Daniel Wright wrote at The Beauty of Transport on 9.10.13:
“(Leslie) Green’s ticket halls are just as distinctive as his station exteriors, and also feature extensive areas of tile cladding. But while the outside of his buildings are warm red, inside all is cool green with lots of Art Nouveau details. To enter a well-preserved Leslie Green ticket hall is to enter a lush jungle, exotic and slightly mysterious. How much more so it must have been to early twentieth century travellers. The dado rail friezes are the first thing to catch the eye. Green produced two designs, an acanthus leaf and a pomegranate (see image), both wearing their Arts and Crafts influence heavily on their sleeves. It’s as though Green has taken one of William Morris’s floral patterns, and rendered it in three dimensions. Below the dado rails, deep green base tiles shimmer.
The pomegranate, acanthus leaf and plain green tiles are the first examples of Green’s work now available as modern reproductions from Fired Earth, in its “Edwardian” collection. Just the job for a porch on an early twentieth century house, I would have thought.
Meanwhile, in Green’s typical ticket hall it is time to turn your gaze to the extraordinary ticket office windows…
(Historic England) “ticket windows in aedicular surrounds”
(Wikipedia) “In ancient Roman religion, an aedicula (plural aediculae) is a small shrine, and in classical architecture refers to a niche covered by a pediment or entablature supported by a pair of columns and typically framing a statue. Aediculae are also represented in art as a form of ornamentation. The word aedicula is the diminutive of the Latin aedes, a temple building or dwelling place. The Latin word has been Anglicised as “aedicule” and as “edicule”.”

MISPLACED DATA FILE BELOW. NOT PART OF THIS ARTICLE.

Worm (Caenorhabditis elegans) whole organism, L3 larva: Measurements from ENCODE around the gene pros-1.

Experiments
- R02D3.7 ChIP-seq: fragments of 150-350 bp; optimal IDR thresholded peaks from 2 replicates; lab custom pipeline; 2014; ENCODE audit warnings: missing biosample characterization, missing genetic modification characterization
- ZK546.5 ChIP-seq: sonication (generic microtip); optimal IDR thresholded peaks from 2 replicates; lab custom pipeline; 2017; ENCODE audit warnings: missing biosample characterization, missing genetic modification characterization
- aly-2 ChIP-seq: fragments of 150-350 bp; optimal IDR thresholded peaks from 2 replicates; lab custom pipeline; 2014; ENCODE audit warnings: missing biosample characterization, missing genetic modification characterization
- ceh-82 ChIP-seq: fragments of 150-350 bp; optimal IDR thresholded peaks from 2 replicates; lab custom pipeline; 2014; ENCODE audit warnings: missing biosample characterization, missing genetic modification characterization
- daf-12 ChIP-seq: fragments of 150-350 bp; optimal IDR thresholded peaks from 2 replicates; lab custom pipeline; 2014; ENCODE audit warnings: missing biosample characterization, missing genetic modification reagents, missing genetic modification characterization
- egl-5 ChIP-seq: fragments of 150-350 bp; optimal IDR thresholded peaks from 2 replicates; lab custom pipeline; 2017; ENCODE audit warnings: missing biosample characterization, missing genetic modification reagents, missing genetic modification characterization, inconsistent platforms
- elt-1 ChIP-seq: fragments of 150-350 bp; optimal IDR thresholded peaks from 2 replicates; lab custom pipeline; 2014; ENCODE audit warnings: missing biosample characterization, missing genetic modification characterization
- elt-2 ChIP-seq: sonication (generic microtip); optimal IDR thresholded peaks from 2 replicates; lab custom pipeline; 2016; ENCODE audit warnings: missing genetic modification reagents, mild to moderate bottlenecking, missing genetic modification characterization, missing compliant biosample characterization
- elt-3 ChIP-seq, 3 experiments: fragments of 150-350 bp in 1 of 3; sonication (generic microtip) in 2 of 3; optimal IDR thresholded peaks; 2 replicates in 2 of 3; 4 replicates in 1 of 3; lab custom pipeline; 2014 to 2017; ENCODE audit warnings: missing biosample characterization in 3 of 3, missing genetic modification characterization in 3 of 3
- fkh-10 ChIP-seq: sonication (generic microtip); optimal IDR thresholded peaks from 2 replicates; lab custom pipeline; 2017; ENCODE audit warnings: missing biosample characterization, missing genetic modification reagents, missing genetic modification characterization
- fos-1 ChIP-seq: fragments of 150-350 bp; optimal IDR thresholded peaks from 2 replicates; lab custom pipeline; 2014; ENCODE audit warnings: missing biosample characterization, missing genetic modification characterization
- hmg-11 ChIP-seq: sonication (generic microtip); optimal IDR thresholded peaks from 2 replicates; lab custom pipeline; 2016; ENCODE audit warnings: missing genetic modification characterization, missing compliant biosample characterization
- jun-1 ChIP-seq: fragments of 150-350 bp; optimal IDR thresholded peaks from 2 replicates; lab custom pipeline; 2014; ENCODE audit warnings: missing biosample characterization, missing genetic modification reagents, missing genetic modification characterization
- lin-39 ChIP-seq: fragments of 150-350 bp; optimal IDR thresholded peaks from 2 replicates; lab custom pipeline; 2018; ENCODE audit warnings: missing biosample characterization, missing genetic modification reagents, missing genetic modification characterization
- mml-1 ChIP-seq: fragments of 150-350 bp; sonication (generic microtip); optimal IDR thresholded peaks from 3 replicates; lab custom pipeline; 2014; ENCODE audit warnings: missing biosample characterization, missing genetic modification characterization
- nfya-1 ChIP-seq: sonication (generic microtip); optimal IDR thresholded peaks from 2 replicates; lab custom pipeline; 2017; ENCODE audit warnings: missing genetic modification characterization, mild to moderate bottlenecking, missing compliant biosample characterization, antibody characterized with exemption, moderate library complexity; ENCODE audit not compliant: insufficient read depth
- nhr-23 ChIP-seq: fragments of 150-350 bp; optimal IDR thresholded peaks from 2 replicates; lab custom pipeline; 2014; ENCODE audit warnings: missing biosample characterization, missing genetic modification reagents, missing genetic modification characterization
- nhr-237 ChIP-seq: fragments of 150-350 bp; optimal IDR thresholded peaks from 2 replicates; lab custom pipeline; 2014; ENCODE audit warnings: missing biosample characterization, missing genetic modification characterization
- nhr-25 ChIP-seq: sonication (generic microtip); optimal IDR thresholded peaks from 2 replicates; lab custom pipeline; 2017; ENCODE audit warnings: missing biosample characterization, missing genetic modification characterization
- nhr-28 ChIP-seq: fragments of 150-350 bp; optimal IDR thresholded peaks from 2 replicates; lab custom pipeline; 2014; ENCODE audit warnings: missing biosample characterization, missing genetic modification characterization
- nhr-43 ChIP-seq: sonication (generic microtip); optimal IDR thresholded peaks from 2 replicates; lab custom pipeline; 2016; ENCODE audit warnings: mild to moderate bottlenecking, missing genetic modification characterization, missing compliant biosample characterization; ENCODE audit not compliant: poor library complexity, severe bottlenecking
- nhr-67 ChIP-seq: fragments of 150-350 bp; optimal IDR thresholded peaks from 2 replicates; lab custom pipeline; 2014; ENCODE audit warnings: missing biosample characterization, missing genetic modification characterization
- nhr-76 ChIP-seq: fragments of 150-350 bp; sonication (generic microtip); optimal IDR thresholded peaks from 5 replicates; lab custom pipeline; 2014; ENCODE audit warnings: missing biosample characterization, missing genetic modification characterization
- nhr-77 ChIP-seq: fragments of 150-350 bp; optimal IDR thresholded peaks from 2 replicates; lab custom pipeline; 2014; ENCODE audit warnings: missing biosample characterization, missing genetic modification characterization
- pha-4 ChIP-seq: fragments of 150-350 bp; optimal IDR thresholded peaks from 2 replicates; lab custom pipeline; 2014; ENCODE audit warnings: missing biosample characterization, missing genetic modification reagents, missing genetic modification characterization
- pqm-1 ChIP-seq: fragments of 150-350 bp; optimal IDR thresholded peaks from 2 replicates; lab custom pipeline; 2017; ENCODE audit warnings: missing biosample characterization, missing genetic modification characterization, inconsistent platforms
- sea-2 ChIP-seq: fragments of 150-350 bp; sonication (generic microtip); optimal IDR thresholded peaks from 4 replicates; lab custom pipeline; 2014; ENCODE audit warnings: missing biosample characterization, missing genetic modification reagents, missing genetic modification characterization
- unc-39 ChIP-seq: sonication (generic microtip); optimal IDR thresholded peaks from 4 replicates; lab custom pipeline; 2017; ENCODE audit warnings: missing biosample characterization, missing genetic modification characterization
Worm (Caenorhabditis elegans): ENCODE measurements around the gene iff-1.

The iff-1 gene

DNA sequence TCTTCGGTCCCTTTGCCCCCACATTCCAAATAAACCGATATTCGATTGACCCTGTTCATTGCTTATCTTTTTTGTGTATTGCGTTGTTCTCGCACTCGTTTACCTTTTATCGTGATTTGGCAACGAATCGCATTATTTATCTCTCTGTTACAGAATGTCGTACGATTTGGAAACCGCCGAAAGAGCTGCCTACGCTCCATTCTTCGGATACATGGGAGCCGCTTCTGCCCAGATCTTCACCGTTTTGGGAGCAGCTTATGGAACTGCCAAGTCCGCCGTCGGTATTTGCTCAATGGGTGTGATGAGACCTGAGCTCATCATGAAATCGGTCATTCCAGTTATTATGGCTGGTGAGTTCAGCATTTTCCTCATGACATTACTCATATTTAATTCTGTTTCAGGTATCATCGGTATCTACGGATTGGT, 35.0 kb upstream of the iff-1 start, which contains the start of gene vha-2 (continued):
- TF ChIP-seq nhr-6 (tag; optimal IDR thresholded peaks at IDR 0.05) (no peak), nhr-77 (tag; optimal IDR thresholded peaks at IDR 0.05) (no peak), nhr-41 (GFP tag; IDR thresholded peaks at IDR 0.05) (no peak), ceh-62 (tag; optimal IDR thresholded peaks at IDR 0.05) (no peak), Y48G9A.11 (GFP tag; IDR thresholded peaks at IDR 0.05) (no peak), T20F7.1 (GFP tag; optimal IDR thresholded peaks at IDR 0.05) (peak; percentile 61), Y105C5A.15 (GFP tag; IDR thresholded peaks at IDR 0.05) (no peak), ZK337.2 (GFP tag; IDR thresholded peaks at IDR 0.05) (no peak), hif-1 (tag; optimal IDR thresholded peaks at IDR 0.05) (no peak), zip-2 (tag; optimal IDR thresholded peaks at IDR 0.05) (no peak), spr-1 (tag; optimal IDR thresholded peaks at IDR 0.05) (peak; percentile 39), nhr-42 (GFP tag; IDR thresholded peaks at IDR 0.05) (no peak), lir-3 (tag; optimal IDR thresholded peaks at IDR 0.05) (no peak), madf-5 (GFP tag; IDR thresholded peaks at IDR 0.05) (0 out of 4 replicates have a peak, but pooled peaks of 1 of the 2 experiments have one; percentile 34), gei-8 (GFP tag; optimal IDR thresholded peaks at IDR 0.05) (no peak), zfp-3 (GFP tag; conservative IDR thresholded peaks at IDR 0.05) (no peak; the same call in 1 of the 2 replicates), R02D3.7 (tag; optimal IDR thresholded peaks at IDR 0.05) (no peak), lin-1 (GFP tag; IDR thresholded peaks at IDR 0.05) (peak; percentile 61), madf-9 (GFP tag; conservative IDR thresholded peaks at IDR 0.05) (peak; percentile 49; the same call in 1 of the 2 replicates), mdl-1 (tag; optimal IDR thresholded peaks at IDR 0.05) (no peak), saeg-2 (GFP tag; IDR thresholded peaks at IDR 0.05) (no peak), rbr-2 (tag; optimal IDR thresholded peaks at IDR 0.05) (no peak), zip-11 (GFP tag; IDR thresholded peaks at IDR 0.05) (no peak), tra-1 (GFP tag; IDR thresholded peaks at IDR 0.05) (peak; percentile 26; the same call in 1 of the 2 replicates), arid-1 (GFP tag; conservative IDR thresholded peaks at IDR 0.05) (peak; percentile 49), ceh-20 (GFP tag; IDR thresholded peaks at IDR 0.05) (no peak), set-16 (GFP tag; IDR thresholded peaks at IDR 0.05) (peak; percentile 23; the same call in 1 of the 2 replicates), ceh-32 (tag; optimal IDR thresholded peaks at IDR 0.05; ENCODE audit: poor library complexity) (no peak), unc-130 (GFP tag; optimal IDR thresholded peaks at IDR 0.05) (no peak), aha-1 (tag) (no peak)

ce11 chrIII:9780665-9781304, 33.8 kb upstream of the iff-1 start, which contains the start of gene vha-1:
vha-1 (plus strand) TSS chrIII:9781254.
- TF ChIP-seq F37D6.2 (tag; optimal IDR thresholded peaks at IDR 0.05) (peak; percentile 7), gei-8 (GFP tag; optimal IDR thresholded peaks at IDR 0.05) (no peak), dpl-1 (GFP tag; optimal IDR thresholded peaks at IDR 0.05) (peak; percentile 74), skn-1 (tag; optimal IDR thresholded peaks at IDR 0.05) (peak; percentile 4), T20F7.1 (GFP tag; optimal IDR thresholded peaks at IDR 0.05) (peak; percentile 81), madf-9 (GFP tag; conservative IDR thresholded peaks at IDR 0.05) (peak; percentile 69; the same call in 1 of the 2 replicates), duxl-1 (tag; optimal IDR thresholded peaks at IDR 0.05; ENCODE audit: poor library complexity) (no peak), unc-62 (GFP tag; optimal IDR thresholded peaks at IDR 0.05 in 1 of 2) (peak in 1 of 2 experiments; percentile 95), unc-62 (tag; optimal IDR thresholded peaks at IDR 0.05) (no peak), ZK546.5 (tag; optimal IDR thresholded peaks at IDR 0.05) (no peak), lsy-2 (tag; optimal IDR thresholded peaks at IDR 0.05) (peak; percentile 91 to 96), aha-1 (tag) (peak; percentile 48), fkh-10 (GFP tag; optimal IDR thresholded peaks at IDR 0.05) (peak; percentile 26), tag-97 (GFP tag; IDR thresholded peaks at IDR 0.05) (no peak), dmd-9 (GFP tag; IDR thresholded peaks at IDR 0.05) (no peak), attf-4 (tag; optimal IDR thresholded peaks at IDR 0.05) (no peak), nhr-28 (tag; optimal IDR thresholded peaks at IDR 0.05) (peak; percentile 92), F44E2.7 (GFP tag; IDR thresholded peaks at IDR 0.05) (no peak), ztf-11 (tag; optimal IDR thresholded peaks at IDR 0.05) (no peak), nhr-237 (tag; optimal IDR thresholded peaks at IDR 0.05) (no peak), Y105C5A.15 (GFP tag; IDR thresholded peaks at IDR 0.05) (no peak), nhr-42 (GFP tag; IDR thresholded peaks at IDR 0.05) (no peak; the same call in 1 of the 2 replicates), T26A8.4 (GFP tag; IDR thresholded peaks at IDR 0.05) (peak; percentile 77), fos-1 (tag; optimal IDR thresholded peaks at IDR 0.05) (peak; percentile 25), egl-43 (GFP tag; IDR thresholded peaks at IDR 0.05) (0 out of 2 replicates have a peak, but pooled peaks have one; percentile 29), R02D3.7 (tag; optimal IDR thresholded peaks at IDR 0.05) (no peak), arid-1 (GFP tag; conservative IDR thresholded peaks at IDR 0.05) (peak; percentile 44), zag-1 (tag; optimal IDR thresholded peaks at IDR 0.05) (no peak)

…A dramatic pediment tops the window, while lettering is moulded into the tiles themselves. Although the “OUT” and “IN” are condensed, it’s the same typeface as can be seen on the exterior of Green’s stations. The overall shape of the window is also a design element which can be found repeated elsewhere in Green’s stations.
It’s one of Green’s claims to fame that he was the first to impose a comprehensive brand identity on tube stations in London. It’s not the one you associate with the Underground today, but he was the first to demonstrate that a unified appearance could be carried throughout the station. Tiling is used throughout for decoration, and signage and typefaces are distinctive and intentionally consistent. As such, he is one of the pioneers of transport brand identity.”